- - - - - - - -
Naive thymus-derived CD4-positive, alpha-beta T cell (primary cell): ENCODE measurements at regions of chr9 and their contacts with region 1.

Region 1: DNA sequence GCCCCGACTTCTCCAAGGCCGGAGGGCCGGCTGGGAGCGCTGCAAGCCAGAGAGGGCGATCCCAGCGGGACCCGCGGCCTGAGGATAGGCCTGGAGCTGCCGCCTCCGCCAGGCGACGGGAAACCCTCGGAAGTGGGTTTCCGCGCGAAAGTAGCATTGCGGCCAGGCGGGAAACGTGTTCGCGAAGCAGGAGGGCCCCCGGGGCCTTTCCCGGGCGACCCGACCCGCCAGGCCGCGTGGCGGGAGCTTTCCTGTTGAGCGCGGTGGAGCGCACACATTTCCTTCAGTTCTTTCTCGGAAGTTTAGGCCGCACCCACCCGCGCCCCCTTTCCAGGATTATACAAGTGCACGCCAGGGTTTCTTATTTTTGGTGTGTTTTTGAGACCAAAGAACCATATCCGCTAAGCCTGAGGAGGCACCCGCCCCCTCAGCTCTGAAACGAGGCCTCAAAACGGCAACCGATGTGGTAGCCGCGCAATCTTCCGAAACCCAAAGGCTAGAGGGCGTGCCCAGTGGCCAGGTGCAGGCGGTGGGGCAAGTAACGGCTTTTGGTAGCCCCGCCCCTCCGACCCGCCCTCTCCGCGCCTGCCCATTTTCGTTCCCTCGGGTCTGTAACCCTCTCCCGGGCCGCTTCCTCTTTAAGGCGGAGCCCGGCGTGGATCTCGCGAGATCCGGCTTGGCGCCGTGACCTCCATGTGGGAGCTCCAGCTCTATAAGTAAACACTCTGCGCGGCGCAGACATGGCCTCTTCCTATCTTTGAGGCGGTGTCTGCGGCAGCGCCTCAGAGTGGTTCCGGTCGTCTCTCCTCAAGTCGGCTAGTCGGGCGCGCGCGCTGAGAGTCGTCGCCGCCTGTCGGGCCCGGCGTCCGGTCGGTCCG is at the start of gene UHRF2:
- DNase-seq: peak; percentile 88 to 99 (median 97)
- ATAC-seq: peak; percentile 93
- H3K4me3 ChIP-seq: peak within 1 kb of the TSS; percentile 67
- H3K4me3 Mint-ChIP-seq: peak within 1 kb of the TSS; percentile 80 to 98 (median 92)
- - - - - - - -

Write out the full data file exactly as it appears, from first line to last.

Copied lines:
Naive thymus-derived CD4-positive, alpha-beta T cell (primary cell): ENCODE measurements at regions of chr9 and their contacts with region 1.

Region 1: DNA sequence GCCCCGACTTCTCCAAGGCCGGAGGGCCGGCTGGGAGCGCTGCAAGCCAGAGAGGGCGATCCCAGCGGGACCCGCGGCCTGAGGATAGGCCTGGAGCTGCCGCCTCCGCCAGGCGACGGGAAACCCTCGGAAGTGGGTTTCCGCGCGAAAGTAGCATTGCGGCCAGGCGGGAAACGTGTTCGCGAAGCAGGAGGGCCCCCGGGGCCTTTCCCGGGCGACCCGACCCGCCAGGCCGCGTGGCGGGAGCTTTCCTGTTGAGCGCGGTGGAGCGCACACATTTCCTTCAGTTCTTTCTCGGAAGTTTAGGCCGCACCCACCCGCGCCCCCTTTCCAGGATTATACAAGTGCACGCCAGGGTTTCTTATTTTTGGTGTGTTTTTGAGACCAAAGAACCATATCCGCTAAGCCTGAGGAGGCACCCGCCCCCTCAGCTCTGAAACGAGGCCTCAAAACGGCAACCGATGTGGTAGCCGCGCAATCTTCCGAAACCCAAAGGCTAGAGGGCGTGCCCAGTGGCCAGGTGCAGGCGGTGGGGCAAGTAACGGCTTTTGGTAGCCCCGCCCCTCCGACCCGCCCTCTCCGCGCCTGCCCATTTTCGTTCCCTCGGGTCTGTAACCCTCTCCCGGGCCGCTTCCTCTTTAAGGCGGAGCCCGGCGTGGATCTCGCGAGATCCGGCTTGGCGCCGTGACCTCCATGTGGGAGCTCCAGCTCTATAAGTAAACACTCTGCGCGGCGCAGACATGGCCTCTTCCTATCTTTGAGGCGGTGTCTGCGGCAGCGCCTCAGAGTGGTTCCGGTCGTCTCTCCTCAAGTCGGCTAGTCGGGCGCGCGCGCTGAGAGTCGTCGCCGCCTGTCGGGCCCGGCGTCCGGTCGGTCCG is at the start of gene UHRF2:
- DNase-seq: peak; percentile 88 to 99 (median 97)
- ATAC-seq: peak; percentile 93
- H3K4me3 ChIP-seq: peak within 1 kb of the TSS; percentile 67
- H3K4me3 Mint-ChIP-seq: peak within 1 kb of the TSS; percentile 80 to 98 (median 92)